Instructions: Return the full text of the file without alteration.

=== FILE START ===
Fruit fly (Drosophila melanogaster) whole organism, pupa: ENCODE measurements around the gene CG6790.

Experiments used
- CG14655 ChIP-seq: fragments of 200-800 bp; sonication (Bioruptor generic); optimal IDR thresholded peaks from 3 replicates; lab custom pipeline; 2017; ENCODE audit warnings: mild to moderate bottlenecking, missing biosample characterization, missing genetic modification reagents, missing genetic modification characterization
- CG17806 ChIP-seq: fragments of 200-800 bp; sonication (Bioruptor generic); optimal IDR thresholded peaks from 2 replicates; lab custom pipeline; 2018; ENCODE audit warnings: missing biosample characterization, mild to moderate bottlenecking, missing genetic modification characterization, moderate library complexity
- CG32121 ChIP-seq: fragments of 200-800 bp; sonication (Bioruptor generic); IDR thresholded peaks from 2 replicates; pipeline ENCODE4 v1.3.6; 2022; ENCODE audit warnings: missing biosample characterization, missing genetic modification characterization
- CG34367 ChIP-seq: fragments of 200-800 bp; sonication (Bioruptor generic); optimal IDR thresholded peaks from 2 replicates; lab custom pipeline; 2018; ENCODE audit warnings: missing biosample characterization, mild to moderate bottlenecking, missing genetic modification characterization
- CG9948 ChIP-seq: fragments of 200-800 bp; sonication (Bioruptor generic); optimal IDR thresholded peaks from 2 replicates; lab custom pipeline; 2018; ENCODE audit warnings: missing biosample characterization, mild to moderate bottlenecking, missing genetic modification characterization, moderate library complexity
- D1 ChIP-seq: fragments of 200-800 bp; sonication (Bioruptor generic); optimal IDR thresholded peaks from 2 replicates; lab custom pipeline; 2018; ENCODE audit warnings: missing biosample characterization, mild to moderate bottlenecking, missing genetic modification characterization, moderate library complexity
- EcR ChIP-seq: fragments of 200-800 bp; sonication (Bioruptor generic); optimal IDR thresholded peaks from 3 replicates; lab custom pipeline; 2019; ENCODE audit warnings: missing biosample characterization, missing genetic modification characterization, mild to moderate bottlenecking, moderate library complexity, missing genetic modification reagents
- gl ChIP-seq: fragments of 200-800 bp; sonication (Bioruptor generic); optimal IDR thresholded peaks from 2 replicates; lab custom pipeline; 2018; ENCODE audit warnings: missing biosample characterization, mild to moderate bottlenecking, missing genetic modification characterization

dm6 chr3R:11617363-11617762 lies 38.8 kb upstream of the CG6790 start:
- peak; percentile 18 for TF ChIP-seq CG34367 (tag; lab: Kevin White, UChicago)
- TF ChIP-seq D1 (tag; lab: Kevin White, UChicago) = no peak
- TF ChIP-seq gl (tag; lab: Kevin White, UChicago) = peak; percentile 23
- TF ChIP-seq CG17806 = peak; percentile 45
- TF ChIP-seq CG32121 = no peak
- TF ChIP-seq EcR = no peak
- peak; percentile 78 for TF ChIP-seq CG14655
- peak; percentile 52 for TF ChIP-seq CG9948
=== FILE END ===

Fruit fly (Drosophila melanogaster) whole organism, pupa: ENCODE measurements around the gene CG6790.

Experiments used
- CG14655 ChIP-seq: fragments of 200-800 bp; sonication (Bioruptor generic); optimal IDR thresholded peaks from 3 replicates; lab custom pipeline; 2017; ENCODE audit warnings: mild to moderate bottlenecking, missing biosample characterization, missing genetic modification reagents, missing genetic modification characterization
- CG17806 ChIP-seq: fragments of 200-800 bp; sonication (Bioruptor generic); optimal IDR thresholded peaks from 2 replicates; lab custom pipeline; 2018; ENCODE audit warnings: missing biosample characterization, mild to moderate bottlenecking, missing genetic modification characterization, moderate library complexity
- CG32121 ChIP-seq: fragments of 200-800 bp; sonication (Bioruptor generic); IDR thresholded peaks from 2 replicates; pipeline ENCODE4 v1.3.6; 2022; ENCODE audit warnings: missing biosample characterization, missing genetic modification characterization
- CG34367 ChIP-seq: fragments of 200-800 bp; sonication (Bioruptor generic); optimal IDR thresholded peaks from 2 replicates; lab custom pipeline; 2018; ENCODE audit warnings: missing biosample characterization, mild to moderate bottlenecking, missing genetic modification characterization
- CG9948 ChIP-seq: fragments of 200-800 bp; sonication (Bioruptor generic); optimal IDR thresholded peaks from 2 replicates; lab custom pipeline; 2018; ENCODE audit warnings: missing biosample characterization, mild to moderate bottlenecking, missing genetic modification characterization, moderate library complexity
- D1 ChIP-seq: fragments of 200-800 bp; sonication (Bioruptor generic); optimal IDR thresholded peaks from 2 replicates; lab custom pipeline; 2018; ENCODE audit warnings: missing biosample characterization, mild to moderate bottlenecking, missing genetic modification characterization, moderate library complexity
- EcR ChIP-seq: fragments of 200-800 bp; sonication (Bioruptor generic); optimal IDR thresholded peaks from 3 replicates; lab custom pipeline; 2019; ENCODE audit warnings: missing biosample characterization, missing genetic modification characterization, mild to moderate bottlenecking, moderate library complexity, missing genetic modification reagents
- gl ChIP-seq: fragments of 200-800 bp; sonication (Bioruptor generic); optimal IDR thresholded peaks from 2 replicates; lab custom pipeline; 2018; ENCODE audit warnings: missing biosample characterization, mild to moderate bottlenecking, missing genetic modification characterization

dm6 chr3R:11617363-11617762 lies 38.8 kb upstream of the CG6790 start:
- peak; percentile 18 for TF ChIP-seq CG34367 (tag; lab: Kevin White, UChicago)
- TF ChIP-seq D1 (tag; lab: Kevin White, UChicago) = no peak
- TF ChIP-seq gl (tag; lab: Kevin White, UChicago) = peak; percentile 23
- TF ChIP-seq CG17806 = peak; percentile 45
- TF ChIP-seq CG32121 = no peak
- TF ChIP-seq EcR = no peak
- peak; percentile 78 for TF ChIP-seq CG14655
- peak; percentile 52 for TF ChIP-seq CG9948